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19-07-2018 | Manufacturing | News | Article

Nanocoating for Anti-Fingerprint Surfaces

Nadine Winkelmann

Greasy streaks and traces on stainless steel and metal surfaces are not only unsightly but also attack the surface. A research project at the Fraunhofer Institute for Microstructure of Materials and Systems IMWS therefore has plans to develop a highly effective nanocoating to avoid fingerprints.

Components and veneers for interiors found, for example, in cars, ship cabins or the home should not only be functional, but also look modern and elegant. Yet often fingerprints tarnish the appearance. The research project of the Fraunhofer IMWS in cooperation with FEW Chemicals GmbH in Wolfen, Germany, is aiming is to develop an industrial-friendly hybrid sol-gel nanocoating with anti-fingerprint properties for steel and other metal surfaces. 

During the research project, which ends late 2020 and is implemented as part of the High Performance Center for Chemical and Biosystems Engineering, the experts intend to modify the chemical composition of various coating systems to impart an anti-reflective effect and self-cleaning properties to stainless steel surfaces. To achieve this, the surface energies and the 3D surface topologies of the layers of coating must be optimally matched. In addition to being anti-adhesive and capable of masking fingerprints through anti-reflection treatment and adapted refractive indices, the coating to be developed should be abrasion-resistant, largely colourless and transparent, as well as be easily cleanable on coated surfaces or be self-cleaning.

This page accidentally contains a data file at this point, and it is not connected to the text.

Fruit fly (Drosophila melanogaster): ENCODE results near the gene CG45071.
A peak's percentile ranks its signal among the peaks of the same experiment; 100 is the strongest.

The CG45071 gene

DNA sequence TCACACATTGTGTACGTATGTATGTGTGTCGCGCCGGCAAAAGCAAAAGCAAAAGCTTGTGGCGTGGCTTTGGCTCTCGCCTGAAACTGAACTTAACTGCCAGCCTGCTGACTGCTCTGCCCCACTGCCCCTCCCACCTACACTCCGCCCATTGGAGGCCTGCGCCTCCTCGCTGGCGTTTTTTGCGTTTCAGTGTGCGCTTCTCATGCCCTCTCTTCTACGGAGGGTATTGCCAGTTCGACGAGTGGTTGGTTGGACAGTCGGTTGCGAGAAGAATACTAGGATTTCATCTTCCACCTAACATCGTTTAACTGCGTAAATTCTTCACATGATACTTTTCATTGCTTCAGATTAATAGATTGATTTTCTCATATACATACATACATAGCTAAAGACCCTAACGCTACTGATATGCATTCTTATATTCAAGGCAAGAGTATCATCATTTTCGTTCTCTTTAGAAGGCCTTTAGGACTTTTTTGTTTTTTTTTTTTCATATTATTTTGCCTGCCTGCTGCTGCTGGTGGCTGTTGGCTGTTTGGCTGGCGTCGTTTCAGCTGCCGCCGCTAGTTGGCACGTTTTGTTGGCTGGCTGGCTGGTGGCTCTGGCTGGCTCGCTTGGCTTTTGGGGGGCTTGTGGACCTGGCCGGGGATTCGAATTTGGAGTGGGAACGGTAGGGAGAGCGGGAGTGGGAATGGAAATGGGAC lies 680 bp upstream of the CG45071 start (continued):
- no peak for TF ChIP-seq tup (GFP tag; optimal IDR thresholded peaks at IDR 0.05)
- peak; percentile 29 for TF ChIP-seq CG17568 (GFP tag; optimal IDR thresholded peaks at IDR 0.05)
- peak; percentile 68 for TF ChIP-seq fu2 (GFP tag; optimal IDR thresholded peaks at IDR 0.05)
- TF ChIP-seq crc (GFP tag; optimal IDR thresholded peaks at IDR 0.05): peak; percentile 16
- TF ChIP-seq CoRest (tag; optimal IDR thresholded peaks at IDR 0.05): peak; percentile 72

Rapid curing of coating

A sol-gel nanocoating with nanoparticles and microparticles is used, which can be sprayed on and cures rapidly at preferably a low temperature. The effect is to be achieved by combining the advantages of thin sol-gel coatings with specially adapted physical parameters such as superamphiphobicity, i.e. a repellent effect against polar and non-polar contaminants, an anti-reflective effect and various self-cleaning properties.

A competitive anti-fingerprint effect on stainless steel surfaces has huge market potential in optics, for example for optical filters, lenses, mirrors and laser optics or for glass, stainless steel and metallised plastic surfaces for household applications, as well as for industrial sectors such as electronics or cars.

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Background information for this content

02-06-2018 | Original Paper: Industrial and technological applications of sol–gel and hybrid materials | Issue 1/2018

Commercialization of sol–gel based transparent functional coatings

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